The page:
Emerson Nature Quotes - The Best Image Smithadvisors
Nature By Ralph Waldo Emerson Quotes - The Best Image Smithadvisors
Emerson is here talking about the concept of "organic form" as opposed to "mechanic form." The distinction was clearly made by . "The form is mechanic, when on any given material we impress a pre-determined form, not necessarily arising out of the proportions of the material--as when to a mass of wet clay we give whatever shape we wish it to retain when hardened." Thus, for most modern poets, to use a sonnet form is to use mechanic form. "The organic form, on the other hand, is innate; it shapes as it developes, itself from within, and the fullness of its development is one and the same with the perfection of its outward form." Emerson's own essays grew organically, and both 's and 's can be seen as examples of the organic form here described. In Emerson's doctrine of forms, the form should follow from the nature of the evolving material. In Emerson's terminology, form depends on soul.
Ralph Waldo Emerson (1803-1882) - Guide to Resources …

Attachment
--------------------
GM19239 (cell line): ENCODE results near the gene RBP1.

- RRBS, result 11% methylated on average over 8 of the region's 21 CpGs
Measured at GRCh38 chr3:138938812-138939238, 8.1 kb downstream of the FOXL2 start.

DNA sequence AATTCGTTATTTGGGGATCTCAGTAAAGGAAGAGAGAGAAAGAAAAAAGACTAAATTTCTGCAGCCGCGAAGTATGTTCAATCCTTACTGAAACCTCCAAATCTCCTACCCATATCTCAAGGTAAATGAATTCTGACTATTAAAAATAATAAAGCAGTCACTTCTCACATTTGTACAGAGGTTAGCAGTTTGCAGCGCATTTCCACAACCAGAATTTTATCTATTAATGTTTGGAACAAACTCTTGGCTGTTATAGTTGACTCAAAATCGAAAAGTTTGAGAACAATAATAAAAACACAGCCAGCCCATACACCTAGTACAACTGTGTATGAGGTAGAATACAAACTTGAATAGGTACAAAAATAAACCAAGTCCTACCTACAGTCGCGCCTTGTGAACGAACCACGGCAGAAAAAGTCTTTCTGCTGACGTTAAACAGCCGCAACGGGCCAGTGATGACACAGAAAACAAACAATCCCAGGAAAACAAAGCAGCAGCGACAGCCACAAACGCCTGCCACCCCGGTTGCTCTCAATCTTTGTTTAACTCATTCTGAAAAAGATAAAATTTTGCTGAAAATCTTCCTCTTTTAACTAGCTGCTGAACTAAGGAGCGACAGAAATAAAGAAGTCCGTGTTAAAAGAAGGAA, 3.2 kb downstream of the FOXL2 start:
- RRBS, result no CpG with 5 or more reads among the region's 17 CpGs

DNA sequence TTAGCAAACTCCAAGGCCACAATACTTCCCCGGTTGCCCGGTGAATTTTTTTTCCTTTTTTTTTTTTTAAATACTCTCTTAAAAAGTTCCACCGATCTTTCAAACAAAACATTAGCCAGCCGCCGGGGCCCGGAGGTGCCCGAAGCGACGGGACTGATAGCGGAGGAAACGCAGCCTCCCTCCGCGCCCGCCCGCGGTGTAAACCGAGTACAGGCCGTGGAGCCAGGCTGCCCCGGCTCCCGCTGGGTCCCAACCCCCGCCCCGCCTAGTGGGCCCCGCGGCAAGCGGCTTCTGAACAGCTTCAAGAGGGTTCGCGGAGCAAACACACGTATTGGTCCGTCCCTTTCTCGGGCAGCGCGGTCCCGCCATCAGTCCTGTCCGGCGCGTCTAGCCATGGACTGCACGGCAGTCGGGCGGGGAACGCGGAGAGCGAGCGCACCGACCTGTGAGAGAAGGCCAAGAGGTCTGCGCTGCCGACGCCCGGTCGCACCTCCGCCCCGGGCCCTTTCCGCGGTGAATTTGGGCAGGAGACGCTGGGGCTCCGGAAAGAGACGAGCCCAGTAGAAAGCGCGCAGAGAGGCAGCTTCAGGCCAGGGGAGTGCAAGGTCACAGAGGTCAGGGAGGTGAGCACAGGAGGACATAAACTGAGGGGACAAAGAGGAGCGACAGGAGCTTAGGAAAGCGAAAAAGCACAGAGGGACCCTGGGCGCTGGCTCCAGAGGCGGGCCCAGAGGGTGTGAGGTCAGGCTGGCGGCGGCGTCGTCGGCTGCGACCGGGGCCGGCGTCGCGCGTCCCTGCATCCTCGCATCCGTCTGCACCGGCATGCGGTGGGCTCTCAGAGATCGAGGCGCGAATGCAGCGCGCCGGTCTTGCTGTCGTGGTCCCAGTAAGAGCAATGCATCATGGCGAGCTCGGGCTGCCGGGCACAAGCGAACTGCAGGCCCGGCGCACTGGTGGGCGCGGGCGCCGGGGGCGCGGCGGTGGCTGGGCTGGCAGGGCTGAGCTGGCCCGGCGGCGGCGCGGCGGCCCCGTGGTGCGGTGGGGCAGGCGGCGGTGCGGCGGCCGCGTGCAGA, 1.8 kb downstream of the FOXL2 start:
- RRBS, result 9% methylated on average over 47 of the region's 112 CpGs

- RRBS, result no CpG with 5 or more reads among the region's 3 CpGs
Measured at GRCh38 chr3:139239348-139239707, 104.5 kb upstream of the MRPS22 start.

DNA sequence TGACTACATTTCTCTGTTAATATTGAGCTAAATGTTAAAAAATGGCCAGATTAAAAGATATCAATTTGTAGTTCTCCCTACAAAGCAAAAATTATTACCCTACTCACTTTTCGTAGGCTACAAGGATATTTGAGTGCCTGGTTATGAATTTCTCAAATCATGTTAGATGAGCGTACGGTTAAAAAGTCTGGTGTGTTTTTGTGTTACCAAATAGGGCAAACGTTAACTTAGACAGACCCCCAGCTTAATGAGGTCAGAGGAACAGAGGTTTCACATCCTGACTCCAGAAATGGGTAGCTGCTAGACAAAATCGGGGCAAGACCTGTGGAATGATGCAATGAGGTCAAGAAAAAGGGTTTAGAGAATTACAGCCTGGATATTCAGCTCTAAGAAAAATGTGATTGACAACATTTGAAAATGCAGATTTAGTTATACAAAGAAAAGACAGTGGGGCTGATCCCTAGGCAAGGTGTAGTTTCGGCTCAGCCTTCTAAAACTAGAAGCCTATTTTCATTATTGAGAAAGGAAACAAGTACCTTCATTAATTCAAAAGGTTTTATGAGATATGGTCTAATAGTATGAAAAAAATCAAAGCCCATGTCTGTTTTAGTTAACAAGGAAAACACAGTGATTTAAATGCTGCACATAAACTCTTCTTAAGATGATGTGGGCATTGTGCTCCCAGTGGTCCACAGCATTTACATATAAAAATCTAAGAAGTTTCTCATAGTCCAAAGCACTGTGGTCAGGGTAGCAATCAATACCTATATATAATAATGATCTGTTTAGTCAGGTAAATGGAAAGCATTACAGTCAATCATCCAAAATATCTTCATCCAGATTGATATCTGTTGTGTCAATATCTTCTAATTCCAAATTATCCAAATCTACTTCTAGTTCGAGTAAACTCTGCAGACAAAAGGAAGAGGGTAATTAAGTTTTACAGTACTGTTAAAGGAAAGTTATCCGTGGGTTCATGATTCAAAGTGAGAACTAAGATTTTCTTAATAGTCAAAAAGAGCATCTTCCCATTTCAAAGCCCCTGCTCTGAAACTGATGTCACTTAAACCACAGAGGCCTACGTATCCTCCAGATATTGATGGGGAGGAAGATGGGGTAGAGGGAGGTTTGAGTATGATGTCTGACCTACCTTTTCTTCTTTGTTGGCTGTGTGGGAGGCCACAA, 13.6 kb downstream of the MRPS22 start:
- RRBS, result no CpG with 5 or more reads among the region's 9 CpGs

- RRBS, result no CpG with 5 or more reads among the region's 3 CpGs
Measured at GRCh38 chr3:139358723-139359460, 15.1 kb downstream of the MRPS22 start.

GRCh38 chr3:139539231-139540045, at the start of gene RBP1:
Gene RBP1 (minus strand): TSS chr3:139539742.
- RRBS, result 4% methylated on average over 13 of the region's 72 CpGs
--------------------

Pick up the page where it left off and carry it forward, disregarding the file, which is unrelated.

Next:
had claimed that education, reflection, and self-cultivation lead us to invert "the vulgar views of nature, and brings the mind to call ... that real, which it use[d] to call visionary." Now Emerson pushes one step further, poetry is "the science of the real," which is to say that it is not concerned so much with the material or the phenomenal as it is with underlying laws. Emerson had made this stand clear in earlier essays, but in "The Poet" he discusses more fully the poet's use of language. The poet must not only use words, but he must be able to use things--nature--as a language. "Nature offers all her creatures to him as a picture language," Emerson says. "Things admit of being used as symbols, because nature is a symbol, in the whole and in every part." If the student asks what nature is symbolic of, the answer is, symbolic of the human spirit. "The universe is the externalization of the soul." This idea, too, had been said by Emerson before, though not with such epigrammatic authority. What really happens in poetic practice is suggested by Emerson when he says, "the world being thus put under the mind for verb and noun, the poet is he who can articulate it." What the poet realizes is that not only words and things, but "we are symbols, and inhabit symbols."